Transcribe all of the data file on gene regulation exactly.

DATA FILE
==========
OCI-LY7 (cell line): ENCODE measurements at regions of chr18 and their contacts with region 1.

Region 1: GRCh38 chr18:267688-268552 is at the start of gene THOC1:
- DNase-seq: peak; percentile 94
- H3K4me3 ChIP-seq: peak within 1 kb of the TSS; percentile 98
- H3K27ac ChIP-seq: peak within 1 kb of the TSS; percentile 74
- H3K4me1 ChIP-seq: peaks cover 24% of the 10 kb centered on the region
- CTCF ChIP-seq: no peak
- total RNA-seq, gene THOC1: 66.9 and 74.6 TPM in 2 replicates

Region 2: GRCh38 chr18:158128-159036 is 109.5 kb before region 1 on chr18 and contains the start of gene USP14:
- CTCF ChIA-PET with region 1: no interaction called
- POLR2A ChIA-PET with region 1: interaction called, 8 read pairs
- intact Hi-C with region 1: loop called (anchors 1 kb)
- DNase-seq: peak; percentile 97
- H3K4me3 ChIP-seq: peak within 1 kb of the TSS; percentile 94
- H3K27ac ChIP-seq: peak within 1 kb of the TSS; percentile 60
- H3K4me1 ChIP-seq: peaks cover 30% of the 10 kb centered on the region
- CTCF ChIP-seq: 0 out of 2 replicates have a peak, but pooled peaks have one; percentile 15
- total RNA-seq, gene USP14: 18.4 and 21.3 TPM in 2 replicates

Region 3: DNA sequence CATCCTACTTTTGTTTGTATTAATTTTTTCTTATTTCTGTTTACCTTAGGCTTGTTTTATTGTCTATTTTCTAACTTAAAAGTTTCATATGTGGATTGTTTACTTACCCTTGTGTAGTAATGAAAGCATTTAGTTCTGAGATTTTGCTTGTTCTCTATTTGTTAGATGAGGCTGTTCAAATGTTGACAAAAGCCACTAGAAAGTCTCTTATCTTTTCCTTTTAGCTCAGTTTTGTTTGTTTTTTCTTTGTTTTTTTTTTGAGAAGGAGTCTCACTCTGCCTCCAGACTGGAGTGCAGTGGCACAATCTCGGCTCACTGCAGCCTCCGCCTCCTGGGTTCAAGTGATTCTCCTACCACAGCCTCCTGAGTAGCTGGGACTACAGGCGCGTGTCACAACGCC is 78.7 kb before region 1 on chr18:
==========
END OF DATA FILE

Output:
OCI-LY7 (cell line): ENCODE measurements at regions of chr18 and their contacts with region 1.

Region 1: GRCh38 chr18:267688-268552 is at the start of gene THOC1:
- DNase-seq: peak; percentile 94
- H3K4me3 ChIP-seq: peak within 1 kb of the TSS; percentile 98
- H3K27ac ChIP-seq: peak within 1 kb of the TSS; percentile 74
- H3K4me1 ChIP-seq: peaks cover 24% of the 10 kb centered on the region
- CTCF ChIP-seq: no peak
- total RNA-seq, gene THOC1: 66.9 and 74.6 TPM in 2 replicates

Region 2: GRCh38 chr18:158128-159036 is 109.5 kb before region 1 on chr18 and contains the start of gene USP14:
- CTCF ChIA-PET with region 1: no interaction called
- POLR2A ChIA-PET with region 1: interaction called, 8 read pairs
- intact Hi-C with region 1: loop called (anchors 1 kb)
- DNase-seq: peak; percentile 97
- H3K4me3 ChIP-seq: peak within 1 kb of the TSS; percentile 94
- H3K27ac ChIP-seq: peak within 1 kb of the TSS; percentile 60
- H3K4me1 ChIP-seq: peaks cover 30% of the 10 kb centered on the region
- CTCF ChIP-seq: 0 out of 2 replicates have a peak, but pooled peaks have one; percentile 15
- total RNA-seq, gene USP14: 18.4 and 21.3 TPM in 2 replicates

Region 3: DNA sequence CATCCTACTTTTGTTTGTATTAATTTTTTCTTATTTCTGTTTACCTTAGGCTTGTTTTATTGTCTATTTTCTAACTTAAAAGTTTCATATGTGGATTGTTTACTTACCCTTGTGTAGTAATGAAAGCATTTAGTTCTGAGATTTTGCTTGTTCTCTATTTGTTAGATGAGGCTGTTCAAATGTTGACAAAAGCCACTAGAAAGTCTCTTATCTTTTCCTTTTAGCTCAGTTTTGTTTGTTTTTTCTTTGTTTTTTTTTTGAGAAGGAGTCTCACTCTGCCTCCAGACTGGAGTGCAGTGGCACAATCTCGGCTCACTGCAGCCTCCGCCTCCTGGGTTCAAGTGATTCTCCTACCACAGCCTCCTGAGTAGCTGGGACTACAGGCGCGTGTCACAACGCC is 78.7 kb before region 1 on chr18: